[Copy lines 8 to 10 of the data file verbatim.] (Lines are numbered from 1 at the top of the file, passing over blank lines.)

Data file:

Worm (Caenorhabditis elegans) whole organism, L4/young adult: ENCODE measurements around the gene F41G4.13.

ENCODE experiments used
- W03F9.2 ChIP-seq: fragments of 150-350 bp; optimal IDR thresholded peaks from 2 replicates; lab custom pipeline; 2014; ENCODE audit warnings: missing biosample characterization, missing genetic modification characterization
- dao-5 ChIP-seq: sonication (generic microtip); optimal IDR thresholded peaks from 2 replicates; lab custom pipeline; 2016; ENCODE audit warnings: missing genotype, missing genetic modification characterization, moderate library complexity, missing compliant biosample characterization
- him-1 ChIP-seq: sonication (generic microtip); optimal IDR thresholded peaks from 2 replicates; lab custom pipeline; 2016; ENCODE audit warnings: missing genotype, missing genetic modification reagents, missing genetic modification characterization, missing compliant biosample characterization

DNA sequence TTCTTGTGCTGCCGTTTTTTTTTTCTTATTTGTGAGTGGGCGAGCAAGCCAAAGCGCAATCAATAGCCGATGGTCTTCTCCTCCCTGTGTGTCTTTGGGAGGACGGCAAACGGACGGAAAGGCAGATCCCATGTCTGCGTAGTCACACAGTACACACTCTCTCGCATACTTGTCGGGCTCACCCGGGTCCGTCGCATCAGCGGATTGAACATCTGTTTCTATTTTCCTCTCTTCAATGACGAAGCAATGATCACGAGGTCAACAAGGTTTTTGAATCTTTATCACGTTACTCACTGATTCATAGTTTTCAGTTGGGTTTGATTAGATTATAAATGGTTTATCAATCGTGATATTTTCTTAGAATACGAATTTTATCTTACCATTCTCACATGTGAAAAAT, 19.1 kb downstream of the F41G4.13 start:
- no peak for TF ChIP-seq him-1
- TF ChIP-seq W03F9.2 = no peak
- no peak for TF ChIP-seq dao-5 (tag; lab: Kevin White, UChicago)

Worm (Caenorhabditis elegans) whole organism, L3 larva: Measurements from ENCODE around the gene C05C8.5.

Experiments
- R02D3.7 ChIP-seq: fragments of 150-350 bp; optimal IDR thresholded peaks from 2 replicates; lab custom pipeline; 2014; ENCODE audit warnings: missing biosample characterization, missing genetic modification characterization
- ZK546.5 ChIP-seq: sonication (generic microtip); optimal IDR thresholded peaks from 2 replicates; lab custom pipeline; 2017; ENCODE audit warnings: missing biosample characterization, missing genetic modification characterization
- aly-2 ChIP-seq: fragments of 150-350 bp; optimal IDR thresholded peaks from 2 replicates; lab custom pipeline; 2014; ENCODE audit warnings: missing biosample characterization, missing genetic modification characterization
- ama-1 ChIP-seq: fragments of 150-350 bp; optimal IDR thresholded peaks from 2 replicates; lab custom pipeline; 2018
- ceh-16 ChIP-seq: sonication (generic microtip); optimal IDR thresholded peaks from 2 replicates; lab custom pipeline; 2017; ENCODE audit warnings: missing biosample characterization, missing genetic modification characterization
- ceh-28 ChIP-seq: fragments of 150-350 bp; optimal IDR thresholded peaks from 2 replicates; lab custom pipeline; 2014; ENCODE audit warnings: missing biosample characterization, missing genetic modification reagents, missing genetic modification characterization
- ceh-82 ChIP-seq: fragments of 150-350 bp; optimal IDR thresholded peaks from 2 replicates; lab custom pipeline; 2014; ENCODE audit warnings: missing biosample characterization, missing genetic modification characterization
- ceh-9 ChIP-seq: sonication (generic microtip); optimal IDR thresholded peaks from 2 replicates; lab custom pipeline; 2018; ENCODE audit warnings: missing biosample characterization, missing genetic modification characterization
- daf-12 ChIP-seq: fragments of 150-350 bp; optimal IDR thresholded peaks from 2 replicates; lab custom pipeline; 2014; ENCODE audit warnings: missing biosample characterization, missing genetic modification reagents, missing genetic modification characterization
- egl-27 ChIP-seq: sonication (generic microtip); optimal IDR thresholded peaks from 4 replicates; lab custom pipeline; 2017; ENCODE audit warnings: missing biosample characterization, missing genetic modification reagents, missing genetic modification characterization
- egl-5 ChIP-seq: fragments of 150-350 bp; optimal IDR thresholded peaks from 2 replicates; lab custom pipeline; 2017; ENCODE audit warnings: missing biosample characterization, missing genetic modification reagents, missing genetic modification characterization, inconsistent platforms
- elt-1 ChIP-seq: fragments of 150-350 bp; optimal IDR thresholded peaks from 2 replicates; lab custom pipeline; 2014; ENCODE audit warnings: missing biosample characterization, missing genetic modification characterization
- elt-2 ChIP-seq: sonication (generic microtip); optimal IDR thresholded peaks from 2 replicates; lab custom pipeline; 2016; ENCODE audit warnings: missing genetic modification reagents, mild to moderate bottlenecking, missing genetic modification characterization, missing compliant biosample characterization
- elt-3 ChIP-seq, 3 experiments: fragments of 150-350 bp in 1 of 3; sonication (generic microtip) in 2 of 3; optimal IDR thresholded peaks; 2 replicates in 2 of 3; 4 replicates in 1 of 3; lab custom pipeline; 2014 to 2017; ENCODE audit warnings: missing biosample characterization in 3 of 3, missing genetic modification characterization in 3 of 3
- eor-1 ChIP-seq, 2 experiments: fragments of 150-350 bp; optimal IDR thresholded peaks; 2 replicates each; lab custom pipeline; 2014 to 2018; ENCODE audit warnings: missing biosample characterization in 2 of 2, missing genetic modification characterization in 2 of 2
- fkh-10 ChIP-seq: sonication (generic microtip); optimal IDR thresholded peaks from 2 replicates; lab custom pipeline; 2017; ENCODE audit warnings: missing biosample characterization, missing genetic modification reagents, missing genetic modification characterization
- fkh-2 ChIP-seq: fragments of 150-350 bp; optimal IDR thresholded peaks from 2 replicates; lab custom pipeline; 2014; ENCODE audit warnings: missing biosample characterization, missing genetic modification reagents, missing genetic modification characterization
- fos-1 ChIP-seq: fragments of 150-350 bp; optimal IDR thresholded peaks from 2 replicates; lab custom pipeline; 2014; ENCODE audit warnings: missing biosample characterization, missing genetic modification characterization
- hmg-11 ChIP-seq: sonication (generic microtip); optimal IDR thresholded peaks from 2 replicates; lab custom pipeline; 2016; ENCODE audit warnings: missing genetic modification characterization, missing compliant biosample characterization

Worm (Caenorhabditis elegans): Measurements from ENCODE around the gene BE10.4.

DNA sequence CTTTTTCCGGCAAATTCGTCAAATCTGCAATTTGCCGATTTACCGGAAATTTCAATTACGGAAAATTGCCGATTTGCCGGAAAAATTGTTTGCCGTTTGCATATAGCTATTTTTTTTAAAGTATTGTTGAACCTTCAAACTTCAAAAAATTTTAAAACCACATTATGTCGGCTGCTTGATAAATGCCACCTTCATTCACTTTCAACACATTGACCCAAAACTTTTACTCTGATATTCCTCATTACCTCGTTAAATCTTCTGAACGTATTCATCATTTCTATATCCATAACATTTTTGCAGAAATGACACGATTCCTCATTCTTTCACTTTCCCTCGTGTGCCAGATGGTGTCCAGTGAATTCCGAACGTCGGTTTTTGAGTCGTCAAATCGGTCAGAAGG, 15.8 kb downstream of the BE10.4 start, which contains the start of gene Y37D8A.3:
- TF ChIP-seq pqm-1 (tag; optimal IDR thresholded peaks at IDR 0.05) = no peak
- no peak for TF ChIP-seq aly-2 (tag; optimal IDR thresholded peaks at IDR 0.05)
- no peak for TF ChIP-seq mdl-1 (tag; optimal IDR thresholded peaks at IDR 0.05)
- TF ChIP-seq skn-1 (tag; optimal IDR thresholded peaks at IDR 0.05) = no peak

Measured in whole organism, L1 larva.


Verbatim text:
- TF ChIP-seq W03F9.2 = no peak
- no peak for TF ChIP-seq dao-5 (tag; lab: Kevin White, UChicago)

Worm (Caenorhabditis elegans) whole organism, L3 larva: Measurements from ENCODE around the gene C05C8.5.